Warren Mosler independently originated what has been popularized as MMT in 1992.  And while subsequent research has revealed writings of authors who had similar thoughts on some of MMT’s understanding and insights, including Abba Lerner, George Knapp, Mitchell Innes, Adam Smith, and former NY Fed chief Beardsley Ruml, MMT is unique in its analysis of monetary economies, and therefore best considered as its own school of thought.
To give further background, Warren Mosler is successful fixed income investor who developed the ideas around MMT independently of the other founders, William Mitchell and Randall Wray, who were academics, within the broad post-Keynesian school of thought. The white paper follows Mosler's thinking, and is less reliant on post-Keynesian theory. The white paper manages to be brief by reducing the emphasis on post-Keynesian analysis -- but that understates the scope of the broader academic MMT project.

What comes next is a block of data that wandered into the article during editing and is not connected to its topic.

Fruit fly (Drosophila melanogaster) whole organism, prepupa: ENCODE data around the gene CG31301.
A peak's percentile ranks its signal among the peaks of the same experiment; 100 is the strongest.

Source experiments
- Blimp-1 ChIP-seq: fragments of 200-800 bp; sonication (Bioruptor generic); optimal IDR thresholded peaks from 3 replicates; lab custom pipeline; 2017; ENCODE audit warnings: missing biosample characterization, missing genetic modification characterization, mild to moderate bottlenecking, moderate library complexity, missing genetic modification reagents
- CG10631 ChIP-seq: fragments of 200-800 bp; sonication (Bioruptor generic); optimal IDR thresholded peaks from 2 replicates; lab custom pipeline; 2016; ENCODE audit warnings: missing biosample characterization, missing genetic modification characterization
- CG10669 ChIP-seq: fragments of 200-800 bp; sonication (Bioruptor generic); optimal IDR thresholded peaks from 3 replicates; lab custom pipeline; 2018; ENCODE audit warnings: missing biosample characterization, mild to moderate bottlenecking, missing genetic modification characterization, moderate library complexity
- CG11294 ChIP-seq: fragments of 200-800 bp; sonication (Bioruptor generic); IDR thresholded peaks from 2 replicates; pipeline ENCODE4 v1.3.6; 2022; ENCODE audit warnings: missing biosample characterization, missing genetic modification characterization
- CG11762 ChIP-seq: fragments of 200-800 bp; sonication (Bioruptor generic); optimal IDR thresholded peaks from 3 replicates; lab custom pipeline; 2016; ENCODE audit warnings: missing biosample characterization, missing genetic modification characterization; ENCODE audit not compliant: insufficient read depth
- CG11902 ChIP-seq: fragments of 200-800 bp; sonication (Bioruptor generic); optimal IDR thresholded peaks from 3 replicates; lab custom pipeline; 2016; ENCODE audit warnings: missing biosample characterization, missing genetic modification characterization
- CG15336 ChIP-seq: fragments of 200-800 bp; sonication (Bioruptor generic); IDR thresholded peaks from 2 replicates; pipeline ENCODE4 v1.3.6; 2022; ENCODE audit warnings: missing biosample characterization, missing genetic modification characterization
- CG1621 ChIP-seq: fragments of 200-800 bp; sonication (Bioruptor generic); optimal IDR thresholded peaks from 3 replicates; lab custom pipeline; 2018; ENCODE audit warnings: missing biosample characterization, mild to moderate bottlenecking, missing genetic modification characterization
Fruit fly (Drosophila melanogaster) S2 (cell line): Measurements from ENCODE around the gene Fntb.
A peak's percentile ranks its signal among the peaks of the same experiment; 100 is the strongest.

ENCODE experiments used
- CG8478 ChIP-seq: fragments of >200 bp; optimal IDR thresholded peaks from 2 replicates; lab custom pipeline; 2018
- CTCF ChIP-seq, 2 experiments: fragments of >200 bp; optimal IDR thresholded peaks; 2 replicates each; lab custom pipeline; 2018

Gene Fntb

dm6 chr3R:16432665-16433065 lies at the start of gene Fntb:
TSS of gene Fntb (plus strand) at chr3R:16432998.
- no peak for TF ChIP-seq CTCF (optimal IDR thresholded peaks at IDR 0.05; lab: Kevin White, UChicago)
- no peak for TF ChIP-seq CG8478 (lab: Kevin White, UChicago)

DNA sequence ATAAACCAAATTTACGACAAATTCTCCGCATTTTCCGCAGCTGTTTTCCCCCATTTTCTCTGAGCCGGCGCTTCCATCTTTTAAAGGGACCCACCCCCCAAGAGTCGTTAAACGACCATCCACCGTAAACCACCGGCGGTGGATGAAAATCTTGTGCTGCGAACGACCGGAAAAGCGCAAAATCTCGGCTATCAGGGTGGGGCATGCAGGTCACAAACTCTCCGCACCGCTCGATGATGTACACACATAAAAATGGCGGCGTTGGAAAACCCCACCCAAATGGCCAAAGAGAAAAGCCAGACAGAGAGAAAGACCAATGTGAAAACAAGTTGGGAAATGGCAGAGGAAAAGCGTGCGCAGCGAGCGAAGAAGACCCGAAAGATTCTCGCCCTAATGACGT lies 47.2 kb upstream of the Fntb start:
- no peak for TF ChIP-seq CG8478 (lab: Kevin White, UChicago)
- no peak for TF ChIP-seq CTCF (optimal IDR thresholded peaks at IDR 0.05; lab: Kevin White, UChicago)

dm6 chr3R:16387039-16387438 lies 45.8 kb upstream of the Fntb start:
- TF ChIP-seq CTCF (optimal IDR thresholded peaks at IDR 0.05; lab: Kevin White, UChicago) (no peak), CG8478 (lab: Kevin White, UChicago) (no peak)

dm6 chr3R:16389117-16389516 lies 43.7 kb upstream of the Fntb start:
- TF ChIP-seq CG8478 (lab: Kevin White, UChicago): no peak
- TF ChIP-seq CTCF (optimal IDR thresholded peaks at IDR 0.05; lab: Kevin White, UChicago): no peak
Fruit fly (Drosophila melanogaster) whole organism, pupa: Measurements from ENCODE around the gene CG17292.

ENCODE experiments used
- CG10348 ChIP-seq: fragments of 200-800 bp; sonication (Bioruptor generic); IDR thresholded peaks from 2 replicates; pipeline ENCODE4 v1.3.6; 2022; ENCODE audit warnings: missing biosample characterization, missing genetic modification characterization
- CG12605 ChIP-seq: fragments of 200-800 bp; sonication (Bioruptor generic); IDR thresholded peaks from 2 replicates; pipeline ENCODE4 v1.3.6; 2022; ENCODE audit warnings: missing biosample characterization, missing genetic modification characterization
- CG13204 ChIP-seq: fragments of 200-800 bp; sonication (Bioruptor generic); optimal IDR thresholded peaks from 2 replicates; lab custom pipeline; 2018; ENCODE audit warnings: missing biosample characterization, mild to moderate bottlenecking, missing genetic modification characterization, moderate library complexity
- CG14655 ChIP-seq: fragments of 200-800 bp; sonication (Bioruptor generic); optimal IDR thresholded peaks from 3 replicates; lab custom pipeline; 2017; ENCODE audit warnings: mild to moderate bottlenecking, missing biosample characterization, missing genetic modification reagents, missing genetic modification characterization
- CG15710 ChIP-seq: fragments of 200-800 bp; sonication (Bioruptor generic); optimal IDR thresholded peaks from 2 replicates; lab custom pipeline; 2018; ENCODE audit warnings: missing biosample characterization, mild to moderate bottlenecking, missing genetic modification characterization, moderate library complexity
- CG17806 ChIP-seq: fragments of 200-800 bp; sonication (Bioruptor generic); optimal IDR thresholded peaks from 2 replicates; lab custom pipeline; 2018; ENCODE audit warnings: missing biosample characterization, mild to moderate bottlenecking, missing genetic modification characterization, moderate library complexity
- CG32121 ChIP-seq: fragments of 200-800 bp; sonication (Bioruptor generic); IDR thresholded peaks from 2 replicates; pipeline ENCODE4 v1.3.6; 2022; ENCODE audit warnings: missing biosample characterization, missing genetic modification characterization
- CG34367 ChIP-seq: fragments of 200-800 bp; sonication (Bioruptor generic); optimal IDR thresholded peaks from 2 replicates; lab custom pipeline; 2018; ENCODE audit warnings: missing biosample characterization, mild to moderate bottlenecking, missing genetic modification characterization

According to the white paper, the key difference between MMT and other schools of the thought relies upon the following observations. This is what I will refer to as the "operational core" of MMT.
MMT alone recognizes that the US Government and its agents are the only supplier of that which it demands for payment of taxes
That is, the currency itself is a simple public monopoly.
The US government levies taxes payable in US dollars.
The US dollars to pay those taxes or purchase US Treasury securities can only originate from
      the US government and its agents.
The economy has to sell goods, services or assets to the US government (or borrow from the US government) or it will not be able to pay its taxes or purchase US Treasury securities. 
(The reader may note the use of the "US government" in the above. I will return to this point later.)